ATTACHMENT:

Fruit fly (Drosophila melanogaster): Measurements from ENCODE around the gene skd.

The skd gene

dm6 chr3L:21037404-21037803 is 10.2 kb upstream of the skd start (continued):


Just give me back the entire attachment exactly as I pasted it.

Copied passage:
Fruit fly (Drosophila melanogaster): Measurements from ENCODE around the gene skd.

The skd gene

dm6 chr3L:21037404-21037803 is 10.2 kb upstream of the skd start (continued):